By Jeff Danner Jeff has worked in both the chemical and biotech industries and is the veteran of thousands of science debates at cocktail parties and holiday dinners across the nation. In his Common Science blog, Jeff aims to make technological and scientific concepts accessible to all.

West Nile Virus

By Jeff Danner Posted September 3, 2012 at 2:47 am

So far in 2012 in there have been over 1000 reported cases of West Nile Virus in the U.S. which have resulted in over 40 deaths.  The graphic at the top of the page from the CDC shows the locations of the confirmed 2012 cases through August 28.  The news reports I have read thus far on West Nile Virus have been uniformly insubstantial.  They discuss the statistics of the outbreak, whether there have been any local cases or deaths while leaving the question of what it means for a new endemic disease to have entered the U.S. entirely unexamined.  Fortunately, Common Science is here to fill this gap.
 
West Nile Virus (WNV) circulates among birds, mosquitoes and mammals.  Birds – robins and crows in particular – serve as what are called “amplifying hosts” since their bodies build up high levels of WNV when infected.  Mosquitoes that bite infected birds can then transfer the virus from bird to bird and bird to mammal.  Infected mammals do not build up sufficient concentrations of virus for mammal-to-mammal transfer via mosquito to be possible.  These factors make the summer, when birds, mosquitoes, and people are likely to be together, the high season for WNV.  (Just for emphasis, you can’t get WNV from another person, either directly or through mosquito bites, so you need not be concerned about being around an infected person.)
 
Eighty percent of people who are infected with WNV do not experience any symptoms.  Most of the other 20% experience relatively mild symptoms including headache, fever, stiffness and fatigue which are often misdiagnosed as the flu.  Only 1 in 150 (0.67%) of people who are infected develop “serious disease” which may include the invasion of the nervous system.  An episode of serious disease can result in permanent nerve damage and require a lengthy and difficult period of rehabilitation.  Approximately 1 in 2000 (0.05%) people infected with West Nile Virus die.  Those who are infected, symptomatic or not, who survive are immune to future infections.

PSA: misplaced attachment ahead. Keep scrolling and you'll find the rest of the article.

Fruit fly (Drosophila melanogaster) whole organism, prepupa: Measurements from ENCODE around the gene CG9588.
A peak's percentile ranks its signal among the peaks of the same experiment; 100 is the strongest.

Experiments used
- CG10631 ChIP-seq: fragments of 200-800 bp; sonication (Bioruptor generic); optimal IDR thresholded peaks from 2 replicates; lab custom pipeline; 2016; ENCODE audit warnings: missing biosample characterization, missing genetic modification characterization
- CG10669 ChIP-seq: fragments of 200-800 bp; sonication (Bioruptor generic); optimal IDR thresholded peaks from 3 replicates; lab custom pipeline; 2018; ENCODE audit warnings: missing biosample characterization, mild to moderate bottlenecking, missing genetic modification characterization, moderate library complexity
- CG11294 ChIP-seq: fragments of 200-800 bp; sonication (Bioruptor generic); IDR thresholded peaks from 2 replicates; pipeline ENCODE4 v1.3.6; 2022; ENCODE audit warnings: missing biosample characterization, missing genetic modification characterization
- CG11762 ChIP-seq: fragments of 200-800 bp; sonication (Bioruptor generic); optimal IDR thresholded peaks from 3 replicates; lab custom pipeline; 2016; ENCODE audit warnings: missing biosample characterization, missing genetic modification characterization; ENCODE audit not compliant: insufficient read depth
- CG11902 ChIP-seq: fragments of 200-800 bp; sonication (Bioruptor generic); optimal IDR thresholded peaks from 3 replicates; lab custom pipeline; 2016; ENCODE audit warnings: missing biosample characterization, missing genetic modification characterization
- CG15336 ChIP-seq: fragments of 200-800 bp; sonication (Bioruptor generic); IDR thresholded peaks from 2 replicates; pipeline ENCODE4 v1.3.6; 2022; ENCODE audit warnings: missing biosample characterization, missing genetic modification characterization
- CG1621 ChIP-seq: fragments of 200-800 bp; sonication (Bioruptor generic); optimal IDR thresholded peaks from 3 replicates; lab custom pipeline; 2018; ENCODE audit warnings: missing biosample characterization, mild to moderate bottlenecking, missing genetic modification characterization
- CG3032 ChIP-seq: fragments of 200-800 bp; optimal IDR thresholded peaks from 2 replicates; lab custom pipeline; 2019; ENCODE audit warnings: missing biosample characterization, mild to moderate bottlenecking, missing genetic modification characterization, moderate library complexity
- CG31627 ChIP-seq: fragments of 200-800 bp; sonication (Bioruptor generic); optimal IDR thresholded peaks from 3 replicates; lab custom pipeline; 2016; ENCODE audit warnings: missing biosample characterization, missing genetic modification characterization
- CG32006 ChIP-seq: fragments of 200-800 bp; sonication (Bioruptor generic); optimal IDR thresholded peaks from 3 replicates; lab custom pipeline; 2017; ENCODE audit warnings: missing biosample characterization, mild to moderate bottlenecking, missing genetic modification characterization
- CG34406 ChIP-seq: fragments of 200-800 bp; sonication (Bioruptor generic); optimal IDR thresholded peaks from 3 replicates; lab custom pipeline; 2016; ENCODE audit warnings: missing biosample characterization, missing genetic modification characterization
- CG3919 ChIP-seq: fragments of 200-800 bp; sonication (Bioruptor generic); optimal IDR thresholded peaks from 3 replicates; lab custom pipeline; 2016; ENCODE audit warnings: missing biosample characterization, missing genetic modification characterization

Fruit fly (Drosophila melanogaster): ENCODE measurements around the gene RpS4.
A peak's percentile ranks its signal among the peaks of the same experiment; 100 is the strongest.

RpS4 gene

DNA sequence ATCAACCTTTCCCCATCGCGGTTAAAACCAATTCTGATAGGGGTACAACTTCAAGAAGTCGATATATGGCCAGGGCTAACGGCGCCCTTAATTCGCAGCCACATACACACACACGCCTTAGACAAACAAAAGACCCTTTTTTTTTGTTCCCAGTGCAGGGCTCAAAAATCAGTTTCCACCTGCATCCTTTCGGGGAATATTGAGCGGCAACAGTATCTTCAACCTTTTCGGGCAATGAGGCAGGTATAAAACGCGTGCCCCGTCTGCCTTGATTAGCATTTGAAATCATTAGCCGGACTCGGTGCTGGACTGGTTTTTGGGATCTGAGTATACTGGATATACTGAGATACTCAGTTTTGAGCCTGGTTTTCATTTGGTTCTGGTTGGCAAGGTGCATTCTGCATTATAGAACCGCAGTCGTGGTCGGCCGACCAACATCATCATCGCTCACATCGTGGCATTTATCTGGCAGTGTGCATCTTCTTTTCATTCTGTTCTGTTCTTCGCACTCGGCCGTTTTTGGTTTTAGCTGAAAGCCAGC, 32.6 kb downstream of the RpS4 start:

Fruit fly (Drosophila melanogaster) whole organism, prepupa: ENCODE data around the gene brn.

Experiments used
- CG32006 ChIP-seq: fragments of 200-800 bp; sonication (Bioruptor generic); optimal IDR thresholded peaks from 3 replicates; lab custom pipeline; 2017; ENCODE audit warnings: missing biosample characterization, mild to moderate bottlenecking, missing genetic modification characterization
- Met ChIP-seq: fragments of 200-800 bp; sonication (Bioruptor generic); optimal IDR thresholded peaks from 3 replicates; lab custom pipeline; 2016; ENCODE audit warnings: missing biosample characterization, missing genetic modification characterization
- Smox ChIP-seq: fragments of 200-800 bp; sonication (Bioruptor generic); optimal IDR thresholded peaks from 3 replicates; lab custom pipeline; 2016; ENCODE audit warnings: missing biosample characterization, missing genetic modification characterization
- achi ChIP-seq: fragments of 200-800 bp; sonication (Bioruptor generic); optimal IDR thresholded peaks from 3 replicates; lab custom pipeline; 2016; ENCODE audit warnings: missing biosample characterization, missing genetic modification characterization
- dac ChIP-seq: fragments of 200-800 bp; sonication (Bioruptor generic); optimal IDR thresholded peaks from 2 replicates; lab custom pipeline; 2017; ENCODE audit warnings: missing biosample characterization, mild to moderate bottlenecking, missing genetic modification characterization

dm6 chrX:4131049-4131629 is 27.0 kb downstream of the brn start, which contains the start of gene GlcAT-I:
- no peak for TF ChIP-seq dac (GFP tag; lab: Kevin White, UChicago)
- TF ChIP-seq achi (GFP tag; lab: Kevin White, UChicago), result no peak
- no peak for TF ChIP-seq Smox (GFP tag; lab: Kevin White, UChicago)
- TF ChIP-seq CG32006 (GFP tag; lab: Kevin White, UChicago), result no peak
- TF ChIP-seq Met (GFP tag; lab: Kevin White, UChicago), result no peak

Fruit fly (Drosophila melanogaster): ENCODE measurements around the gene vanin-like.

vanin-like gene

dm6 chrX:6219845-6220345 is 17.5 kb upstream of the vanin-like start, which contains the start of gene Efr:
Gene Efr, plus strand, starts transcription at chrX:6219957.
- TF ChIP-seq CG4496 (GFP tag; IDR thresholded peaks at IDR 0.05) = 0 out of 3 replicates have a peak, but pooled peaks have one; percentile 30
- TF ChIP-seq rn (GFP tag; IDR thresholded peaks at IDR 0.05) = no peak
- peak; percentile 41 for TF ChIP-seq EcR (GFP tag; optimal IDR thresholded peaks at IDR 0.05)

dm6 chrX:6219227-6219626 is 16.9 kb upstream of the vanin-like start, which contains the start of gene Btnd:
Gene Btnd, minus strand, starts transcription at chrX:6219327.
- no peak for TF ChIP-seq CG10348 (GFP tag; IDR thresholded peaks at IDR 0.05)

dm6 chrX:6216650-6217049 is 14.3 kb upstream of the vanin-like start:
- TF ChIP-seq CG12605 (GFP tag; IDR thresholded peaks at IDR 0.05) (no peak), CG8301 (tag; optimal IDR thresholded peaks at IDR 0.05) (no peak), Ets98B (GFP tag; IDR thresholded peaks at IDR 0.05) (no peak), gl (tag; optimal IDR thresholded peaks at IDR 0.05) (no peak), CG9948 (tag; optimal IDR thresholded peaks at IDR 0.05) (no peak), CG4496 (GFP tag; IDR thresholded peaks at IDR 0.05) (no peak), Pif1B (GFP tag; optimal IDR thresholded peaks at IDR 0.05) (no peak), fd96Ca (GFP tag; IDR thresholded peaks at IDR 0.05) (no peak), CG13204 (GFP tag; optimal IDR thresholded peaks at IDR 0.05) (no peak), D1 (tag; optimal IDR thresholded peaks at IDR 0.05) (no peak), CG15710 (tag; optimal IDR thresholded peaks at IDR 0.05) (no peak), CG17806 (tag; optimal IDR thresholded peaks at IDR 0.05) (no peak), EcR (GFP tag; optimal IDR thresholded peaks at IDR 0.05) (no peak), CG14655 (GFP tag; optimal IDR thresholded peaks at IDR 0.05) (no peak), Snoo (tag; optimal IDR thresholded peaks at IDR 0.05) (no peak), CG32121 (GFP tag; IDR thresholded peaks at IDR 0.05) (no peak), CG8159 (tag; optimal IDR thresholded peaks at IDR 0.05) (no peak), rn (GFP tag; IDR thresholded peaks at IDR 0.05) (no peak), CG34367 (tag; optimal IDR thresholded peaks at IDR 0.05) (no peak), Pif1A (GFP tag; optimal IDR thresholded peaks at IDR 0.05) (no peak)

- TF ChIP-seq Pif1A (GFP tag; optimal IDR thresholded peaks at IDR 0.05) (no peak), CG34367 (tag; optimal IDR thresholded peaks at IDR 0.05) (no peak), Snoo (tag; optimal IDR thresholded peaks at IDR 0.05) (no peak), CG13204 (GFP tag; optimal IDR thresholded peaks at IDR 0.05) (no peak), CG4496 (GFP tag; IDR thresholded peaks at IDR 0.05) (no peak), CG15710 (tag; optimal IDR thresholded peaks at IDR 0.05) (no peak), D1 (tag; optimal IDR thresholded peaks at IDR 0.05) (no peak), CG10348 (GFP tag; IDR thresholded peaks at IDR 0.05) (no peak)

West Nile Virus was first identified in humans in Uganda in 1937.  The first documented human case of WNV in the U.S. occurred in New York City in 1999.  Since then, WNV has been found in people, birds, and mosquitoes in all 48 contiguous states.   At present there is no vaccine for WNV and we are 5-10 years away from one being available.
 
How is the disease likely to progress in the United States?  We can look to the Nile region for some insights.  A study in Egypt in 1950 found that 90% of adults over the age of 40 were immune to WNV based on having been infected at some prior point in their life.  This data indicates that transfer of disease from bird to human by mosquitoes is quite efficient.  So is the U.S. on track to become like Egypt, where nearly everyone is infected with WNV before they are 40 years old?
 
While hearing of 40 deaths is concerning, the media reports of 1000 cases do not give me the impression that WNV is something to be particularly concerned about.  But let’s remember that most infections are asymptomatic or misdiagnosed.  Therefore, we can be confident that there have been many more than 1000 cases in the U.S. so far this year.   Consider what the math tells us.  Approximately 1 in 2000 infections results in a death.  We’ve had 40 deaths in the U.S. so far in 2012.  This translates to 80,000 West Nile Virus infections!  Further, since we are only half way through the height of mosquito season, we can anticipate that a total of 100,000-200,000 Americans will be infected with West Nile Virus this year.  So it would appear that, yes, we are on track to have a large percentage of the population how become infected (and then immune) at a relatively young age.
 
Health departments across the country are telling everyone to wear long sleeves and bug spray to limit mosquito exposure.  In my experience, these measures are, at best, partially effective.  Therefore, although there will be ebbs and flows, cases of WNV in the US will continue to grow until such time as a vaccine is developed.  It is reasonable to assume that prior to the time a vaccine is available it will be common for the U.S. population to experience millions of WNV infections per year.  Millions of infections per year will mean increased patient load on doctors and hospitals and economic impacts from lost work days.  Further, people whose systems are weakened by fending off a viral infection are more susceptible to other diseases.  I’d like to see the development of a vaccine for WNV to be a national priority.  The payback on investment would be fantastic, but so far our leaders are not paying attention.
 
Have a comment or question?  Use the interface below, or send me an e-mail to commonscience@chapelboro.com.

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